Office of the Attorney General
State Officials Announce Task Force to Investigate and Prevent Voter Fraud
The Commonwealth’s chief law-enforcement official and chief elections officer came together today in the State Capitol to announce that they will once again be working together with agencies across Kentucky as part of a task force to prevent and investigate allegations of voter fraud during the November 4, 2008 general election. Attorney General Jack Conway and Secretary of State Trey Grayson discussed the importance of this year’s elections and how each office is working to protect the election from potential fraud.
The Office of the Attorney General has jurisdiction to investigate and prosecute violations of the Kentucky election laws. By law, the Attorney General administers programs to observe the conduct of elections, maintains a toll-free hotline to receive reports of election law violations, investigates any such violations, takes appropriate enforcement action and conducts post-election audits based on random selection in counties throughout Kentucky. The Election Fraud Hotline is 1-800-328-VOTE (800-328-8683). The hotline is available throughout the year during normal business hours. On November 4, calls will be received from 6 a.m. EST until 7 p.m. EST.
“We need Kentucky voters to be our eyes and ears on election day,” General Conway said. “We will have about a dozen investigators from my office patrolling precincts throughout the Commonwealth, but we need citizens to join with us to ensure we have a fair election.”
Secretary Grayson, who serves as the Chairman of the State Board of Elections, noted that the cooperation between the agencies had been “tremendous,” but that many of these efforts require the help of citizens.
“The success of any election includes the vigilance of Kentucky citizens, and their reporting anything that they may find unusual concerning the election. I encourage all citizens to report any irregularities, both large and small, so that our agencies may work together to address these issues as quickly as possible. Together, we will work to ensure that every citizen can participate in a fair and honest election,” said Secretary Grayson.
The State Board of Elections will also be fielding calls about the election from now through Election Day. Citizens are encouraged to contact their local county clerk or the State Board of Elections with general election concerns or for election information.
Officials from each agency have been meeting in recent weeks to prepare for the election, discussing any potential issues and problem areas.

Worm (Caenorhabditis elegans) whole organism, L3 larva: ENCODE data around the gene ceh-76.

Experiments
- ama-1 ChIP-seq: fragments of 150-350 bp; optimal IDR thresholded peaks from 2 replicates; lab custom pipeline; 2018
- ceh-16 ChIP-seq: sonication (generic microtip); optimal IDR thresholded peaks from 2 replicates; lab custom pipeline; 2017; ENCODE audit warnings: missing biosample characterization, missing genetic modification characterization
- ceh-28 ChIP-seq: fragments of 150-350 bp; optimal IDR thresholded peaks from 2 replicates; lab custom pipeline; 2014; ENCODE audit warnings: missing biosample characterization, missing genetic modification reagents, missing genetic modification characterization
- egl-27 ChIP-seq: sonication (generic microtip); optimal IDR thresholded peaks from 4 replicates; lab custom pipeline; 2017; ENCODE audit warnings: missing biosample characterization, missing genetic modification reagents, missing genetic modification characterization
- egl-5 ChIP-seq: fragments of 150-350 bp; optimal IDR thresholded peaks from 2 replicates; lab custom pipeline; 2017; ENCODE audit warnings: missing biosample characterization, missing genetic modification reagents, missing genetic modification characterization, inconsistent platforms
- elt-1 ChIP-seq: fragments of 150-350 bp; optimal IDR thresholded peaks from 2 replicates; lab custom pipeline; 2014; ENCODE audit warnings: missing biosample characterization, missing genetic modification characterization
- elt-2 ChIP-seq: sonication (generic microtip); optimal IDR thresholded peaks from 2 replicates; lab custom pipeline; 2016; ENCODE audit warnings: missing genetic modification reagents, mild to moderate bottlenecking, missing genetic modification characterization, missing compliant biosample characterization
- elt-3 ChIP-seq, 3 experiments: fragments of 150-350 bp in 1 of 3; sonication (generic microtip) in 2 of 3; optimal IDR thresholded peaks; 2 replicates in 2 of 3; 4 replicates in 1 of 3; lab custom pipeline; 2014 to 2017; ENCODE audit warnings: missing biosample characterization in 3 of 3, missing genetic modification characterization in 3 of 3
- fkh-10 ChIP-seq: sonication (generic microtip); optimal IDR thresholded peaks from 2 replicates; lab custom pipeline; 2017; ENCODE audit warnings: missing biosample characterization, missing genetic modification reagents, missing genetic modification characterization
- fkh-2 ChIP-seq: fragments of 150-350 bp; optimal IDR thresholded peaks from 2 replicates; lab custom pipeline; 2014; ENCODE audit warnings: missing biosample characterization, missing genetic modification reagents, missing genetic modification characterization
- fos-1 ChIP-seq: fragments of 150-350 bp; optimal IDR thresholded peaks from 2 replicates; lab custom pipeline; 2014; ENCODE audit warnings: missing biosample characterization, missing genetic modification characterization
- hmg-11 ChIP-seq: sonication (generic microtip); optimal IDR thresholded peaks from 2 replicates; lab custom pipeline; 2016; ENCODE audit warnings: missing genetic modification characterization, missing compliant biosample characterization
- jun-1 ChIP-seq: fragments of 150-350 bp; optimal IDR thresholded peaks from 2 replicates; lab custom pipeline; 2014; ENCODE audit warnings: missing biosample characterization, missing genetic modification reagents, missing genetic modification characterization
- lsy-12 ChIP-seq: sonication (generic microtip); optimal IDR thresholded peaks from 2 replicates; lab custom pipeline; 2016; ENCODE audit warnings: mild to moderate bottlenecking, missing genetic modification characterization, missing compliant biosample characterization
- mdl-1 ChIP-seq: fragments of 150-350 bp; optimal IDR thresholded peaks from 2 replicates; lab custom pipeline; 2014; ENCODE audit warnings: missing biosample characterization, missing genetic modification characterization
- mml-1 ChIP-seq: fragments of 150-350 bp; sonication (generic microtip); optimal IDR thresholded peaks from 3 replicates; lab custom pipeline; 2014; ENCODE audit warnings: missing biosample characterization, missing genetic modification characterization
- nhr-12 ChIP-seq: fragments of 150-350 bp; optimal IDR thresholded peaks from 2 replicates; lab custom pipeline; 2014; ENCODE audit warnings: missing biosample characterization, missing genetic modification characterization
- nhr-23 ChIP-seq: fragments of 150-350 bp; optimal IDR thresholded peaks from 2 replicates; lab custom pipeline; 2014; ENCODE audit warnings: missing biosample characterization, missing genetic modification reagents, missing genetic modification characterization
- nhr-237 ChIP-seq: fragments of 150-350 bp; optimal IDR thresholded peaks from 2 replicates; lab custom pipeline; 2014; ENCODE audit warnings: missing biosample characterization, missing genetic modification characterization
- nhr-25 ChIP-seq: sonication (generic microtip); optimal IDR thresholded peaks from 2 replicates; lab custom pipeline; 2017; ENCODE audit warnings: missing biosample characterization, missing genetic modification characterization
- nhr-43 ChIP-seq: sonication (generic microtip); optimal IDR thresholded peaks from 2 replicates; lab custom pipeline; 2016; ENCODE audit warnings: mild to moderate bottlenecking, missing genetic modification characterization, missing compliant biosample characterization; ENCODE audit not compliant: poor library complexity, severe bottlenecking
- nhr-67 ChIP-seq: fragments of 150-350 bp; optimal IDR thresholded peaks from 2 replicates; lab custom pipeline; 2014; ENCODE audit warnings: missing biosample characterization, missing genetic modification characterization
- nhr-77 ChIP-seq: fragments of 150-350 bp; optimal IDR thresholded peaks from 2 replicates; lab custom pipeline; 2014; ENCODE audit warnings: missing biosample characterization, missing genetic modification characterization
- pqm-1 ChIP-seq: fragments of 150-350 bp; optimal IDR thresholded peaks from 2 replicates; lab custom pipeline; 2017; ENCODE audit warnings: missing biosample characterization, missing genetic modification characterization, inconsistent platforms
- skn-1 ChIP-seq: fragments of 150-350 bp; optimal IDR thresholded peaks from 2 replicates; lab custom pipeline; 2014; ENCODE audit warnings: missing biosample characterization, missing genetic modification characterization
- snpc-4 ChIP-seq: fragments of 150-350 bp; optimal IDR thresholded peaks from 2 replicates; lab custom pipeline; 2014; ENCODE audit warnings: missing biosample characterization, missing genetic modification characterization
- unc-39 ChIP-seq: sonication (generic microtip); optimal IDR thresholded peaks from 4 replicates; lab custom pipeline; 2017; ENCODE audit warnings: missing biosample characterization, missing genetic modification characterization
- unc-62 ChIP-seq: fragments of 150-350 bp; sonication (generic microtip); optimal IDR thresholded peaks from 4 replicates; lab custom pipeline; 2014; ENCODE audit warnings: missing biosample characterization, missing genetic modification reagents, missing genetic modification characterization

Because federal races will be on the ballot, the offices of the U.S. Attorney’s for both the Western and Eastern Districts in Kentucky will be conducting their traditional Voting Integrity Initiatives.
United States Attorney David L. Huber of Kentucky’s Western District stated, "The detection of election fraud depends in large part on the watchfulness and cooperation of the Kentucky electorate. Election fraud and voting rights abuses dilute the worth of votes honestly cast. They also corrupt the essence of our representative form of government. As crimes against both the individual and the government, they will be dealt with promptly and aggressively. Regardless of the election involved, federal agents stand vigilant to the enforcement of federal laws regulating the election process and will investigate valid complaints of election impropriety that implicate federal criminal laws."
“Voting is a direct function of this country’s democratic principles,” said Assistant United States Attorney Ken Taylor, representing Kentucky’s Eastern District. “This is an opportunity to let the citizens of this great state know that our office continues to make efforts to ensure that the election process will be handled with purity.”
During the primary, the Office of the Attorney General’s Election Fraud Hotline received 59 calls on election day from 28 counties. There were no complaints of vote-buying. The majority of calls dealt with informational questions or complaints about electioneering within 300 feet of polls and exit-polling violations.
The last Presidential election in 2004 resulted in 52 pre-election complaints, 123 Election Day complaints and 26 post-election complaints. Seventeen of those complaints were referred for review or investigation. There were no charges filed.
Attorney General Conway also sent an alert today to county clerks, local law enforcement officers and prosecutors notifying them of Kentucky law as it pertains to voters wearing t-shirts, buttons or other attire in polling places. General Conway notified officials that voters should not be turned away for wearing such apparel and that any person who unlawfully prevents or attempts to prevent a voter from casting a ballot may be charged with a Class D felony under KRS119.155.
Click here to read General Conway's letter to Law Enforcement and Commonwealth's and County Attorneys.